Ireland’s ‘reckless’ hate crime bill threatens free speech

Robust public debate may be stifled by new hate crime legislation in the Republic of Ireland, a newspaper columnist has warned.

Writing in The Sunday Times, David Quinn — the Director of the Iona Institute — said legitimate comment on topics such as gender and religion risked being caught under the remit of the Irish Government’s Hate Crime Bill.

Justice Minister Helen McEntee intends to publish the Criminal Justice (Incitement to Violence or Hatred and Hate Crime) Bill 2022 in September and enact it by the end of the year.

Hate speech

One of the main aims of McEntee’s proposed law, Quinn explained, “is to police speech or other actions that are judged to have caused hatred”.

“One wonders where this would leave the recent Liveline programmes on RTÉ Radio that discussed trans rights. Plenty of critics accused the show of stirring up hate. Would they be happy to see such discussions banned altogether under the proposed law, or Liveline prosecuted?”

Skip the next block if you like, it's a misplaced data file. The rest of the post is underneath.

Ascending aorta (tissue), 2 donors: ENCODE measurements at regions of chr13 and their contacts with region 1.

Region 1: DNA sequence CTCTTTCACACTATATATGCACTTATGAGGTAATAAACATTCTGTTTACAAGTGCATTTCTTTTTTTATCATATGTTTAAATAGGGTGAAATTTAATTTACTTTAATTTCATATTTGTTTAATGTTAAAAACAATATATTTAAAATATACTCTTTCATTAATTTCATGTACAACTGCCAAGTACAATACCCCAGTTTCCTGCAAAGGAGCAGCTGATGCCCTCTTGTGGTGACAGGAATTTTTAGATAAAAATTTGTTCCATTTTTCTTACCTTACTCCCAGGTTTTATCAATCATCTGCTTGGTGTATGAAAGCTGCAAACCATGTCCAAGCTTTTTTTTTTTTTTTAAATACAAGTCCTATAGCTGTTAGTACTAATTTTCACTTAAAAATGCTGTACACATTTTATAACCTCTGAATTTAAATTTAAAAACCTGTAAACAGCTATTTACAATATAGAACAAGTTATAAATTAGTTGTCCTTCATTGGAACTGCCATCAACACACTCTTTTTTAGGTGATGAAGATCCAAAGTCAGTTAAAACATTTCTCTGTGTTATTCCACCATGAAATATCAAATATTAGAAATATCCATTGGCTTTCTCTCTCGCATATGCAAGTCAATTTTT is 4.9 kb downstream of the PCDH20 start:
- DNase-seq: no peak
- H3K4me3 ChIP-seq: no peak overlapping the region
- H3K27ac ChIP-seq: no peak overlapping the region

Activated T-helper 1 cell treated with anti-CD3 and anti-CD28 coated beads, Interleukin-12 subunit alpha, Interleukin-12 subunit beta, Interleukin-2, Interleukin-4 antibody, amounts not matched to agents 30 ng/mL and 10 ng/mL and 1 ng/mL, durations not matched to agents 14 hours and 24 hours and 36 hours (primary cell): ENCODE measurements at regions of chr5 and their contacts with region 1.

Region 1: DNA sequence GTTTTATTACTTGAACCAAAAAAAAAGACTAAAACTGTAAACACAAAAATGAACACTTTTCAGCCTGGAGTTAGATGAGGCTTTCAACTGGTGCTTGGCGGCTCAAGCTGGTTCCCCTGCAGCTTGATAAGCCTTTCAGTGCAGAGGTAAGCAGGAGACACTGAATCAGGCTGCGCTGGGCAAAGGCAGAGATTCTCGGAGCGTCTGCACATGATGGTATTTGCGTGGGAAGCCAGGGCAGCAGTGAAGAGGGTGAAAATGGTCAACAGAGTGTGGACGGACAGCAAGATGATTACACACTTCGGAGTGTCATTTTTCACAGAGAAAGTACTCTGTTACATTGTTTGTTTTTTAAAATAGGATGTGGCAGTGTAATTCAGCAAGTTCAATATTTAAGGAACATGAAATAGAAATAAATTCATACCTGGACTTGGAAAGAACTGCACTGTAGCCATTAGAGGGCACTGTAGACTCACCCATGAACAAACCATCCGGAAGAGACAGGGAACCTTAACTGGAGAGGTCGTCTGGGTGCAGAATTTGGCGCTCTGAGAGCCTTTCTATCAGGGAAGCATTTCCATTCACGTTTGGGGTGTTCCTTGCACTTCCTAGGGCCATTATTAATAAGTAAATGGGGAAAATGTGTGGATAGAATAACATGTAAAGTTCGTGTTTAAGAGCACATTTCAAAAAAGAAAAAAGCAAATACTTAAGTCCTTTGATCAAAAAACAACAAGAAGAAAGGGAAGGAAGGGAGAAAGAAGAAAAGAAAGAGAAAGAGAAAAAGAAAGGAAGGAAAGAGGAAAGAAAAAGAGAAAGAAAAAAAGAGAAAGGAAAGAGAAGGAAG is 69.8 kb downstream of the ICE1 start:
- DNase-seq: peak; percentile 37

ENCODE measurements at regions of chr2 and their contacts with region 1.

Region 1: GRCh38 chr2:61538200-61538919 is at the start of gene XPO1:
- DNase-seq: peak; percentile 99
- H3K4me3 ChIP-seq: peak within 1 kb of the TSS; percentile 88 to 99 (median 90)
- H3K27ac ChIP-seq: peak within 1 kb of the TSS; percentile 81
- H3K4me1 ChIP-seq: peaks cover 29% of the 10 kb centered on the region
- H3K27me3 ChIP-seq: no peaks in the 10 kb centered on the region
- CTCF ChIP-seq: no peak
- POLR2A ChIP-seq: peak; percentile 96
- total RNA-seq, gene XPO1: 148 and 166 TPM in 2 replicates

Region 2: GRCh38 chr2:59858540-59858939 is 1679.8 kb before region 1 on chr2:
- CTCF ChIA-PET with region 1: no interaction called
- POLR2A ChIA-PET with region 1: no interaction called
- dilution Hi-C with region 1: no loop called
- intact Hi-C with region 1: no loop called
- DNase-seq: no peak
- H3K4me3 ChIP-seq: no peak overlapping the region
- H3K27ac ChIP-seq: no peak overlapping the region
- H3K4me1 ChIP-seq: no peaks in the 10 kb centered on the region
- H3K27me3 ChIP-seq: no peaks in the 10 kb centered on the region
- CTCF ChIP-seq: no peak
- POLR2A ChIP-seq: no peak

Callers to the show debated, among other things, whether men who identify as women should be allowed to use single-sex changing rooms and the appropriateness of removing the word ‘mother’ from maternity legislation.

Following the broadcast, Dublin Pride ended its media partnership with RTÉ calling the content “unacceptable, triggering and extremely harmful”.


The newspaper columnist wondered whether public discussions and journalistic comment on other subjects, such as race, religion and immigration, might also be prosecuted under the “McEntee law”.

“At what point in such a discussion might someone be accused of causing hate? Where is the threshold?”, he asked.

Quinn concluded: “Opposition TDs need to interrogate McEntee.”

Only through such an interrogation, he reasoned, would it be possible to gain a “clear indication” of the Government’s commitment to free speech.

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